(via Wikimedia commons/SSGT CHAD R. GANN, USAF)

Civilian workers returned to Scott Air Force Base today after almost a week on furlough because of the government shutdown. Their return was a result of a Department of Defense ruling that civilian workers whose mission contributes to “the morale, well-being, capabilities and readiness of service members” could return to the job with pay. 

This article first appeared in the St. Louis Beacon: Dear Beaconites -

With the federal government shutting down this week, Americans across the political spectrum seem united in disgust at the way our government is – or isn't – functioning. We deserve better, citizens seem to agree – though they disagree on what better looks like.


Democratic Congressman Bill Enyart is frustrated with the partial government shutdown.

Enyart, who represents areas of Southern Illinois and East St. Louis, supports a continuing resolution that would allow the National Guard to be paid and put the VA and 70 percent of the CIA back to work. A veteran with over 35 years of military service, Enyart contends that the best way to support the troops is to reopen the government.

This article first appeared in the St. Louis Beacon: Although he’s no fan of Obamacare, U.S. Sen. Roy Blunt said Wednesday that it was a mistake for House Republicans to have forced a government shutdown unless the health insurance program was repealed.

Mo. National Guard, via Flickr/M. Queiser

The federal government shutdown has now hit the Missouri National Guard.

Late Wednesday, the Guard furloughed nearly a thousand of their 1,400 federal technicians considered to be non-essential.  Spokeswoman, Major Tammy Spicer, says the technicians include both civilian and uniformed staff.

"Full-time federal technicians do a variety of jobs across the state, anything from clerical, to mechanical, to aviation related," Spicer said.

(Bernt Rostad)

On day two of the government shutdown, it continues to cause headaches, including for a group of Missouri and Kansas veterans that flew to Washington.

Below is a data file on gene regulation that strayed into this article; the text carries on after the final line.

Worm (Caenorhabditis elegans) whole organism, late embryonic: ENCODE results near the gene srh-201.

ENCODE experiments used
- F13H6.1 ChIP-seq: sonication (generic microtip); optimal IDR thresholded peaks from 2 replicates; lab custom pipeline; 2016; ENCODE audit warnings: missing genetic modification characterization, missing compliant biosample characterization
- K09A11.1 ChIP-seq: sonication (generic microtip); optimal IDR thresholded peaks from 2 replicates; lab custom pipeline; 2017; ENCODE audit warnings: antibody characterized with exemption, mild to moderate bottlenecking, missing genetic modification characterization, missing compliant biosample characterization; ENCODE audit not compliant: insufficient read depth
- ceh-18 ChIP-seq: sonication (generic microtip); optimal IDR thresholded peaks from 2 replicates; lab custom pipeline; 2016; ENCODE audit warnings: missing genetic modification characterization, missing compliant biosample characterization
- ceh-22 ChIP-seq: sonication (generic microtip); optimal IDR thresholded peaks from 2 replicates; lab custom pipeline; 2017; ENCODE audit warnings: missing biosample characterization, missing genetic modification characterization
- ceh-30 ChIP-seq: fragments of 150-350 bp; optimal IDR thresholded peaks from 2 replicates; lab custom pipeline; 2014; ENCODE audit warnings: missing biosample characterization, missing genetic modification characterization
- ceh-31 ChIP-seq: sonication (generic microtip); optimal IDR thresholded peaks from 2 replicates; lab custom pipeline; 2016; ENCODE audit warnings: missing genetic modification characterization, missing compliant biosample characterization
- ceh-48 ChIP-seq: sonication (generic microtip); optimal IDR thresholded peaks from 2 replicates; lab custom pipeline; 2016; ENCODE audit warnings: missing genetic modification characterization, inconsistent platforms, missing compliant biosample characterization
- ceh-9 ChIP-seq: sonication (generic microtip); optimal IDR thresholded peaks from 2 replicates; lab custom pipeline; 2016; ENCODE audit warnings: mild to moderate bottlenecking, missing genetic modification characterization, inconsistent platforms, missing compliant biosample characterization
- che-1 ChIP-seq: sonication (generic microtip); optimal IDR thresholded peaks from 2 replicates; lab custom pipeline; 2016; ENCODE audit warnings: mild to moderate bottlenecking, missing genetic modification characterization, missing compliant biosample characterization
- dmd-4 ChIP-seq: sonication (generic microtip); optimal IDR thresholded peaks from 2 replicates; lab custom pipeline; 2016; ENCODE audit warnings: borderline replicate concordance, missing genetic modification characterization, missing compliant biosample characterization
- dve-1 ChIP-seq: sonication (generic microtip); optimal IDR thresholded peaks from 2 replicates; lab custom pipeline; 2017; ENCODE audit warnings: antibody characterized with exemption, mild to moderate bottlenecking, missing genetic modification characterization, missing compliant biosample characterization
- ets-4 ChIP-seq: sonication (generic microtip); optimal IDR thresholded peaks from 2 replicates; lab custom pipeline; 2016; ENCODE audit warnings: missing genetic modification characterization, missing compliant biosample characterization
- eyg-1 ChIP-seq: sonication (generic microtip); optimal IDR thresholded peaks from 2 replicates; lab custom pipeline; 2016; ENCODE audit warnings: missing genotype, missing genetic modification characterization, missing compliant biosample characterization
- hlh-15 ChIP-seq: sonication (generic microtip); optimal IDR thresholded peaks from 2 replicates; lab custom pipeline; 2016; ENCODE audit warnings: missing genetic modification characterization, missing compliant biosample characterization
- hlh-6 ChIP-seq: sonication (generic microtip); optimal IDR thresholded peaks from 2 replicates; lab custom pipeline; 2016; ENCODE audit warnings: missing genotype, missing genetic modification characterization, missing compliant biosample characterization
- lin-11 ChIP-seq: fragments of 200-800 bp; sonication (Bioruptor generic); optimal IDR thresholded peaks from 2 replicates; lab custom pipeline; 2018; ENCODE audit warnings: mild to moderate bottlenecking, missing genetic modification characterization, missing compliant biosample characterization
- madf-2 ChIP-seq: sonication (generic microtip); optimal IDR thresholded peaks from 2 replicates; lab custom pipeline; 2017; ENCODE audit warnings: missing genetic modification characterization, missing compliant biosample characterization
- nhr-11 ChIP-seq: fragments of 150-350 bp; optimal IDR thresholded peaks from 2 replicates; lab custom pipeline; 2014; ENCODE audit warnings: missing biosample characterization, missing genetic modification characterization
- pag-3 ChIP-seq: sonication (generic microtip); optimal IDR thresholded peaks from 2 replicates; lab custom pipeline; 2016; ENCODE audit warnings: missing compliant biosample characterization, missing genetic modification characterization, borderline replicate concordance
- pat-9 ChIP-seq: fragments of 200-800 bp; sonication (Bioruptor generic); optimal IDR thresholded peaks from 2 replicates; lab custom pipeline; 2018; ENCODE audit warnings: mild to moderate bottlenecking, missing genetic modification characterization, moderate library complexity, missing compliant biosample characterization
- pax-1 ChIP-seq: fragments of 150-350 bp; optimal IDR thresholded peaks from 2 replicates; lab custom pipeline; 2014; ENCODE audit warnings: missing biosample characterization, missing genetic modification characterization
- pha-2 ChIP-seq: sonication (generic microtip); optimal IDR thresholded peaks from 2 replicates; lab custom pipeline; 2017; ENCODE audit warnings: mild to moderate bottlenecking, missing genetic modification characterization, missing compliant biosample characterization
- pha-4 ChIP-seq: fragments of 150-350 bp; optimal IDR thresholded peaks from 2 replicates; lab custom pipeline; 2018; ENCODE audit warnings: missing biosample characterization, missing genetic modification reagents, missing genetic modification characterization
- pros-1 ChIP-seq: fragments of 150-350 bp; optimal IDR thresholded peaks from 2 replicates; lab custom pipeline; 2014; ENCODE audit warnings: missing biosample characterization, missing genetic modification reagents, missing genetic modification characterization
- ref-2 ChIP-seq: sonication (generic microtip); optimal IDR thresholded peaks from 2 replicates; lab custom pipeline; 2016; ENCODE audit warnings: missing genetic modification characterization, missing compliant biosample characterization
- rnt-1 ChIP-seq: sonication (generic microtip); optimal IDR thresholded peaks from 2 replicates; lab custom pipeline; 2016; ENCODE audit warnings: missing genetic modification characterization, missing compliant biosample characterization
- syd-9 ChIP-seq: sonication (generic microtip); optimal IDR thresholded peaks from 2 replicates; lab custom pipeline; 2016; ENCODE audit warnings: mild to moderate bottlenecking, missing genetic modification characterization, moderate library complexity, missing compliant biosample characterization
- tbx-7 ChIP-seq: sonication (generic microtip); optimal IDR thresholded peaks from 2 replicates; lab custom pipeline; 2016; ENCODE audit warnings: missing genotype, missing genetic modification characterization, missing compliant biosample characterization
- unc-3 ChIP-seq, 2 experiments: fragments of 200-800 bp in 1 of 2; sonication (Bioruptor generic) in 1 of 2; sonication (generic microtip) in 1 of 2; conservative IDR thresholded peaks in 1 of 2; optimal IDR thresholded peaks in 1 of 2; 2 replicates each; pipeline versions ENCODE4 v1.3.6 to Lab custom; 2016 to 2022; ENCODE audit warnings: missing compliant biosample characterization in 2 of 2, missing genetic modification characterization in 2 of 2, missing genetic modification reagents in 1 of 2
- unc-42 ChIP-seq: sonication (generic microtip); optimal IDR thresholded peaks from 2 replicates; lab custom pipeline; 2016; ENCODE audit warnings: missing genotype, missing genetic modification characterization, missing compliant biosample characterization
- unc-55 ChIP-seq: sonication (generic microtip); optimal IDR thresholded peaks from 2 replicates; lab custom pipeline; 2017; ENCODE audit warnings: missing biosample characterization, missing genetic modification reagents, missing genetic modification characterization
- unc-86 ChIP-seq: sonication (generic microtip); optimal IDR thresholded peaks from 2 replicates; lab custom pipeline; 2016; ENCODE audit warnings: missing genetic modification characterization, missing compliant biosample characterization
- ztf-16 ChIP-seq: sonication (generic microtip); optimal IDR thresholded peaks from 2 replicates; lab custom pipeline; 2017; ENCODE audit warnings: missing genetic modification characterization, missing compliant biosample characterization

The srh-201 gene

The nonprofit Heartland Honor Flight organized the trip and the closed National World War II Memorial was the first stop Wednesday. The group was met by many Missouri and Kansas lawmakers, who helped them get inside the memorial where barriers had been set up. 

(Kate Essig/St. Louis Public Radio)

“No shutdown, let’s work!"

This was the anthem of protestors demonstrating today in front of the Federal Center in St. Louis. The protest, comprised of federal employees and their supporters, was organized by the American Federation of Government Employees in response to the shutdown’s effect on furloughed government workers.

Beyond the loss of wages for government employees, protestors also criticized the shutdown of some government services. 

This article first appeared in the St. Louis Beacon: Close to 1,000 members of the Missouri National Guard are expected to be furloughed shortly, as a result of the federal government shutdown, state officials announced Wednesday.

The furloughed group represents 70 percent of the 1,400 of the Guard’s "federal technician" staff. Their pay is covered by federal money and affected by the shutdown. The remaining 30 percent are deemed essential and will stay on.

This article first appeared in the St. Louis Beacon: For Jose Ramirez, the government shutdown was a bewildering experience for himself and other federal employees.

Ramirez, who works for the U.S. Department of Agriculture, said his colleagues in the General Services Administration Building in north St. Louis were facing a lot of confusion on Tuesday – and plenty of uncertainty.

This article first appeared in the St. Louis Beacon: As the sun sets on the first day of the first shutdown of the federal government in 17 years, the partisan divides in Washington and in the region are hardening — with no end in sight.

Some of Missouri’s members of Congress, in both parties, have laid off staff, closed district offices or are declining to accept their own pay.  Others are keeping their pay and trying to keep their operations running as usual.